Throughout much of 2021, left-of-center political analysts often asked themselves, What is Kyrsten Sinema’s deal? As she battled all year against simple Senate passage of the Build Back Better legislation, and against the filibuster reforms needed to enact other Biden priorities like voting rights, it became quite the parlor game. Sinema’s Democratic partner in Senate obstruction, Joe Manchin, had the obvious excuse of representing one of the reddest states in the country. Sinema’s Arizona is a battleground state that is trending blue. The fact that her centrist Arizona Senate colleague Mark Kelly, who is up for reelection this very year, did not follow Sinema down the road to perdition, became a real sign of her extraordinary path off the trail of party orthodoxy.
As Sinema consummated her heresy or apostasy — depending on how you looked at it — with her January 13 speech defending the filibuster, the issue became less a matter of how her colleagues felt about her than whether her constituents would hand her an anchor and point her to the nearest cliff. Polling in Arizona shows her support levels among fellow Democrats dropping like a rock. According to one state poll from Civiqs, Sinema’s favorability ratio among the Democrats who sent her to the Senate is now an incredible 8-80, a ten-to-one negative margin. And it sure looks like if any regular Democrat challenges her when her term is up in 2024, Sinema will get her butt kicked. According to Data for Progress polling, U.S. Representative Ruben Gallego would defeat Sinema by an astounding 74-16 margin if they met today.
All this Democratic angst, some believe, will be countered by Sinema’s new Republican friends. And when she made her final stand in defense of the filibuster clear, GOP joy overflowed. Mitch McConnell said she had “saved the Senate as an institution.” Meanwhile, back home in Arizona, the same polls showing Democrats despising Sinema showed Republicans beginning to admire her, as The Hill reported:
New polling from OH Predictive Insights, a Phoenix-based nonpartisan pollster, finds 44 percent of Arizona Republican voters surveyed said they see Sinema favorably, compared with just 42 percent of Arizona’s Democratic voters.
Trouble is, smiling upon a pol for screwing up the hated opposition party’s agenda is not the same as voting to reelect her. According to FiveThirtyEight’s analysis of Sinema’s voting during her two years in the Senate when Trump was president, she voted with the 45th president half the time. That was about the same as Manchin’s level, but far lower than nearly all Republicans. The GOP is a party with extremely low tolerance for dissidence. The Republican voters who give Sinema favorable ratings can’t cross over to support her in a Democratic primary, and aren’t going to vote for her in a general election against an actual Republican. And why should they? Whatever else she isn’t, Sinema is a bisexual, religiously indifferent, pro-choice politician. By definition she is anathema to many, perhaps a majority of, Arizona Republicans. Sure, she could run for reelection in 2024 as an independent, but that’s a difficult row to hoe against two major-party nominees in a closely contested state where voters feel no need to create coalitions across party lines.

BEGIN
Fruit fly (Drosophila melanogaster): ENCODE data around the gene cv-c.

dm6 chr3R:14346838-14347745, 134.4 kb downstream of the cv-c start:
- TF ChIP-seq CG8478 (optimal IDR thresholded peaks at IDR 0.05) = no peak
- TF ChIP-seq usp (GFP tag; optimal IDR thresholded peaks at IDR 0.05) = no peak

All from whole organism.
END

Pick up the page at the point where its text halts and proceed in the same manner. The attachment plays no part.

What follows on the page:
Whether you view her as a brave and principled dissident or a scurrilous traitor, Sinema is probably, from a political point of view, toast. Yes, it’s a long time until 2024, but unless she turns herself and Manchin around quickly, memories will last of the eccentric Arizonan who had no compelling political motives for dropping a hammer on her president and her party but did so anyway for what appeared to be an extended act of exhibitionism. Few members of either of America’s major parties like a turncoat in this era of partisan polarization. Republicans won’t save Sinema for professing an independence none of them profess for a single minute.